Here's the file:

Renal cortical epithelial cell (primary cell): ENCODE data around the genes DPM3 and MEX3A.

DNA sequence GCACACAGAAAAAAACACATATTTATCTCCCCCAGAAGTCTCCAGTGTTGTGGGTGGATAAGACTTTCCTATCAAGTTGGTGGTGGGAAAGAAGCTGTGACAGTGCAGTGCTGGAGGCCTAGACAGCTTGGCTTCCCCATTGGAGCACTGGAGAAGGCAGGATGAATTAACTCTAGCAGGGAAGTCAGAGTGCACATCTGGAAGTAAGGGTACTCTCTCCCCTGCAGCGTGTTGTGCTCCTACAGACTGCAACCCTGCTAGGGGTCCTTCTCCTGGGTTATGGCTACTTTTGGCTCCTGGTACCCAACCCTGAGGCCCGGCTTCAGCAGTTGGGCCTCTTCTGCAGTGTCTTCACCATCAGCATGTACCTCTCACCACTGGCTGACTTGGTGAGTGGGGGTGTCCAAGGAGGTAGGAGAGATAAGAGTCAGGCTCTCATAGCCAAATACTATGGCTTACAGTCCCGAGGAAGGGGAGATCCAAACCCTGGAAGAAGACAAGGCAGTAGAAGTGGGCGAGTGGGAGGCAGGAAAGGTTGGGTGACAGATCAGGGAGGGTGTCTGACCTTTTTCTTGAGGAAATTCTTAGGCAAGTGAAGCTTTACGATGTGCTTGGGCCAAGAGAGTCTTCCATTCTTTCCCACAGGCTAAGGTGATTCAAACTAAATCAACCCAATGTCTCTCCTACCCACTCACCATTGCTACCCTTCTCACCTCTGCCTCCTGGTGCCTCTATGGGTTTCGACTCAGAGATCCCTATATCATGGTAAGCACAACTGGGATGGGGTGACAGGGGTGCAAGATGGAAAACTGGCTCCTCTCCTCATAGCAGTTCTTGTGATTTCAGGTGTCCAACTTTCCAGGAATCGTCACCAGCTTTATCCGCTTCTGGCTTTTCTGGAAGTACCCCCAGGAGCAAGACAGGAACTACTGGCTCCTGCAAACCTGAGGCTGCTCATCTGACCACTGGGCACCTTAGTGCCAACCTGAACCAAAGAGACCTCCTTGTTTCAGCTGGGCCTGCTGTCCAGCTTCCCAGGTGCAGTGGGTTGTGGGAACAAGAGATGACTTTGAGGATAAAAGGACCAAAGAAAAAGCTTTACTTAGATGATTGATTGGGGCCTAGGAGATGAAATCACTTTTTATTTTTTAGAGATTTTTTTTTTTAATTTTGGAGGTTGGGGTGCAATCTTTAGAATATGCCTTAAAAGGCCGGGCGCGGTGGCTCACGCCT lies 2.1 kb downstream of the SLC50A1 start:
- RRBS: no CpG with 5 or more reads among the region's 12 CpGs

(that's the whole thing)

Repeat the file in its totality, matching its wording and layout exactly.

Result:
Renal cortical epithelial cell (primary cell): ENCODE data around the genes DPM3 and MEX3A.

DNA sequence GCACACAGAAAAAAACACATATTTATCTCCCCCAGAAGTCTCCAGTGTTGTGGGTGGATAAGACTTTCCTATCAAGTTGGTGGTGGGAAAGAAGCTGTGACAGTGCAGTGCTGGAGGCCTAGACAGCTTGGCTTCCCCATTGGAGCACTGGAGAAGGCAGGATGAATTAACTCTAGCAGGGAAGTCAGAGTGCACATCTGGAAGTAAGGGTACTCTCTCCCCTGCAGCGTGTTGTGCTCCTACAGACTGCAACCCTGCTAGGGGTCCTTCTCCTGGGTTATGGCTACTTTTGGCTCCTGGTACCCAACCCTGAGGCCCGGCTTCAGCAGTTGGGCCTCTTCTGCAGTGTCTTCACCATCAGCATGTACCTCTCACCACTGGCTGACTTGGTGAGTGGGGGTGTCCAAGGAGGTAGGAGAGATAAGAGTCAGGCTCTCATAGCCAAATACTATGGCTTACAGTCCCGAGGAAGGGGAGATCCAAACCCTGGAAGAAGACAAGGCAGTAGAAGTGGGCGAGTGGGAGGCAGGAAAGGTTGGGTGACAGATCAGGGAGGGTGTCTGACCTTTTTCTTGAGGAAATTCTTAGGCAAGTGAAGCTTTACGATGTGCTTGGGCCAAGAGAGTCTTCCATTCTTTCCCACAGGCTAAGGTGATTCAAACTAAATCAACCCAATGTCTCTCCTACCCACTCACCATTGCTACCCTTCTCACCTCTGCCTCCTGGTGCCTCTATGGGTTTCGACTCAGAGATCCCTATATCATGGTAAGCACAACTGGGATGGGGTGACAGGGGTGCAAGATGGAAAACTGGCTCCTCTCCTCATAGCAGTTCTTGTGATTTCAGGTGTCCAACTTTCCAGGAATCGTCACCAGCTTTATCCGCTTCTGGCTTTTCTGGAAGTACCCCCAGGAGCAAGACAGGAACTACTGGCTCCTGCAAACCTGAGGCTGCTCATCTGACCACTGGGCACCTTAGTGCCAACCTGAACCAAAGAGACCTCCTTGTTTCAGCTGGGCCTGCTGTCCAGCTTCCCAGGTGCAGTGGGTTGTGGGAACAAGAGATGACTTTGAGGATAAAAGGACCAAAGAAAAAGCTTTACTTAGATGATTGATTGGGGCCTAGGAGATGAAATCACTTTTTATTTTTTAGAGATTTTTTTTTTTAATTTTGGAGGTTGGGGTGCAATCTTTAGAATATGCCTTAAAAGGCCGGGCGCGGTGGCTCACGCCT lies 2.1 kb downstream of the SLC50A1 start:
- RRBS: no CpG with 5 or more reads among the region's 12 CpGs